Attention OSC and Ender's Game fans, critics, Enders (and those who just want to see the film in Nov.)
As many of you know, Ender’s Game is being released as a film on Nov. 1, 2013 with author Orson Scott Card as co-producer. After many attempts to make the novel into a film before (and it’s underwhelming release as a comic book by Marvel), this is finally happening. Fans everywhere are thrilled, but a bit…well, concerned.
One issue worrying readers is that the young actors portraying the heroes in the film are significantly older than the novel calls for (main character Ender is only six years old at the start of the novel). Beyond simple inaccuracy and unfaithfulness to the novel, older characters in the film might make for a romantic plot line (especially between Ender and Petra—the only female besides Ender’s sister, as the trailer seems to suggest). Another question is how the violence in the novel will translate to film. In the novel, Ender is put again and again into impossible situations where he uses violence to escape. With older actors, Ender’s actions might seem more justified and desperate, but the novel makes clear that Ender means to harm others in order to protect himself. This very quality (and perhaps Ender’s grief over causing so much harm) makes alienated and disenfranchised individuals everywhere identify with Ender, calling themselves “Enders.” John Kessel’s excellent article in Foundation33.90, 2004, “Creating the Innocent Killer: Ender’s Game, Intention, and Morality” tackles the issue of innocence, the adult’s role in Ender’s plight, and responsibility.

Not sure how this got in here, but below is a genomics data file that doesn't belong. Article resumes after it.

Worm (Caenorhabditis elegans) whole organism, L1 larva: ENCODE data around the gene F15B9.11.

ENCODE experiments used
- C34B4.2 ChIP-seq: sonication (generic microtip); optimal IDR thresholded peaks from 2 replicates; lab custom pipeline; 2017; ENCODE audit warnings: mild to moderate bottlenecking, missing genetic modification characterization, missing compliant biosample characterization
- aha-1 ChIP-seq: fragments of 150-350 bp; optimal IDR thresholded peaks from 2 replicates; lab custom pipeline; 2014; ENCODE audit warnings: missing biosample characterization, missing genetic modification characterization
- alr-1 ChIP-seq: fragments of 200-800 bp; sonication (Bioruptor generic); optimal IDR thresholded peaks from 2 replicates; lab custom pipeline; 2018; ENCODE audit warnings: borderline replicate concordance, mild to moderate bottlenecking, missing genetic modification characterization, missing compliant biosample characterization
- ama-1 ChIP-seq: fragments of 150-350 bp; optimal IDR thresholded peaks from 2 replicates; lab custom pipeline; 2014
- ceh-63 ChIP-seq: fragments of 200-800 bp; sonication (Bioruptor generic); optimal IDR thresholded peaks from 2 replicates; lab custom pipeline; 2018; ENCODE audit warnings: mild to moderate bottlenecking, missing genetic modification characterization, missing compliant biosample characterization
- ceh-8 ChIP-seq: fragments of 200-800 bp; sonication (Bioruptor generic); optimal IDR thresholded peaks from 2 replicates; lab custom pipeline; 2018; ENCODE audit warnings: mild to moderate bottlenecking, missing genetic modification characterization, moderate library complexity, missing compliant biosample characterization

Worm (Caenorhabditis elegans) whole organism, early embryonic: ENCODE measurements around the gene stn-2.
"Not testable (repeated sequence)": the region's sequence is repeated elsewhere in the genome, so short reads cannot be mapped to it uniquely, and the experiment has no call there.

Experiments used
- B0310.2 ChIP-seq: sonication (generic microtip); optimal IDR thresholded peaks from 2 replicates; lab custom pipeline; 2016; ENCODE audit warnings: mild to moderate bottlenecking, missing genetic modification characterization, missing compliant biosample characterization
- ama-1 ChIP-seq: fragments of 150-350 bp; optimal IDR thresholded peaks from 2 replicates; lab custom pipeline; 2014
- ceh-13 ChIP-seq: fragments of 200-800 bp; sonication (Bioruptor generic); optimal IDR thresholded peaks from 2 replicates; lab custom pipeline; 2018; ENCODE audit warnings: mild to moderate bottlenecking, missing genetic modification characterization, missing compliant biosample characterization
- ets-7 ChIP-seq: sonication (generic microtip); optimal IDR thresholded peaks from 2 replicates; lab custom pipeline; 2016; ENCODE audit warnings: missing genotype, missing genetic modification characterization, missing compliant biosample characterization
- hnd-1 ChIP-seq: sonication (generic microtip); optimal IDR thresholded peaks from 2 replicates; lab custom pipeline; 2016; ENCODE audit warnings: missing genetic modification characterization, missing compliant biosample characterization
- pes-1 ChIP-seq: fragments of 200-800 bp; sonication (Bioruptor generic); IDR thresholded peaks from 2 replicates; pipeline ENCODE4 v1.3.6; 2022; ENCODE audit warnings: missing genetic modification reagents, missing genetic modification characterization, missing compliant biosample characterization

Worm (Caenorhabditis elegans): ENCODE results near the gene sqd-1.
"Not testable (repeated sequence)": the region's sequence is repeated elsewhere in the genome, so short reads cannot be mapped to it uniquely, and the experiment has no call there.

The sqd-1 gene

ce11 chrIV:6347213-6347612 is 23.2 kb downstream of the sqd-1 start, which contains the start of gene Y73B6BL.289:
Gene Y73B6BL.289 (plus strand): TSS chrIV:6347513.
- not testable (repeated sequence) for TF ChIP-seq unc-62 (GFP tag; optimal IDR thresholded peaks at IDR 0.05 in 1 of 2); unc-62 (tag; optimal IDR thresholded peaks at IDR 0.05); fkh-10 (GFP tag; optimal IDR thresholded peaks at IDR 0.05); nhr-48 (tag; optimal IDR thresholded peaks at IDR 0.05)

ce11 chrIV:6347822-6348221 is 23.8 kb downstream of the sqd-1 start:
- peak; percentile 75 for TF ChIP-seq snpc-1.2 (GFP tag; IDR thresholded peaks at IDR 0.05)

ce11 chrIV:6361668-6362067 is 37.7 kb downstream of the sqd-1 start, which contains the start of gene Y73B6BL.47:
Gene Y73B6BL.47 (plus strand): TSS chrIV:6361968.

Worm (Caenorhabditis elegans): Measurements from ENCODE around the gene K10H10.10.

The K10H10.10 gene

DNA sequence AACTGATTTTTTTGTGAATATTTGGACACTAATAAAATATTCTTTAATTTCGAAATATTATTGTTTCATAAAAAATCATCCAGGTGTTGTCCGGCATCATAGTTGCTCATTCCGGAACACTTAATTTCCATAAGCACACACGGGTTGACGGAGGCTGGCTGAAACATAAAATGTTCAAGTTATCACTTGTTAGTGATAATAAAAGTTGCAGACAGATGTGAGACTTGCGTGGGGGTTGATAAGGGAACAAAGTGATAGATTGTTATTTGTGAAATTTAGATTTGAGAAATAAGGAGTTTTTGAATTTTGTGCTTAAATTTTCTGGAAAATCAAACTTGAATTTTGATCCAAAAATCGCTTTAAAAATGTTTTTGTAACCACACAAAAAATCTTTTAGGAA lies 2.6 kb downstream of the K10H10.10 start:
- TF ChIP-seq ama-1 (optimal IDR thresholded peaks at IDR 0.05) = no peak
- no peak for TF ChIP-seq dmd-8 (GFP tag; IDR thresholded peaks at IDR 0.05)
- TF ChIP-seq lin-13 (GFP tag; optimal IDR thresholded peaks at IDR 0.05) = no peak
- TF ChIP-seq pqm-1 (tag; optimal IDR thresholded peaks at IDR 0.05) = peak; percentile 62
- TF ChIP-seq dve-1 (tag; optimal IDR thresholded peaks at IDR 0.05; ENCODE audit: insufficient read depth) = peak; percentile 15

Besides violence, sexuality in Ender’s Game is another hot-button issue. The story mainly consists of adult males and young boys, so the story is a bit homosocial. Then, the aliens, called buggers, are led by a female hive-mind (if we can really think of that as gendered at all). In Science Fiction Studies 23.3 “Responses to the Alien Mother: C.J. Cherryh and Orson Scott Card,” Bernie Heidkamp discusses the complications of the relationship between Ender and the alien queen. James Campbell’s compelling article, “Kill the Bugger: Ender’s Game and the Question of Heteronormativity” from Science Fiction Studies 36, addresses some of the problems sexuality and gender cause within the novel and Card’s own politics. This is another reason movie-goers are second-guessing attending the film in theatres: many fans do not want to financially support Card due to his frequent vocalizations of his views on homosexuality, marriage equality, and religion.
So, before the film comes out, Meagan and I will be re-reading the novel (actually, listening to the version narrated by Card himself) and discussing the gender and sexuality specifically in the novel during our second Science Fiction Summer School livestream for Ender’s Game. We will be broadcasting from Colorado with special guest, astrophotographer Robert Arn.
Look for us on the Fourth of July at 7-9 p.m. Central time or 6-8 Mountain time (a bit earlier than normal so we can see some fireworks) or check out our conversation on July 5th while you nurse your hangovers. Post questions in advance to our Facebook page for Summer School, “Like” us while you’re at it, read along with us, and follow our livestream.
This is one livestream event you will NOT want to miss!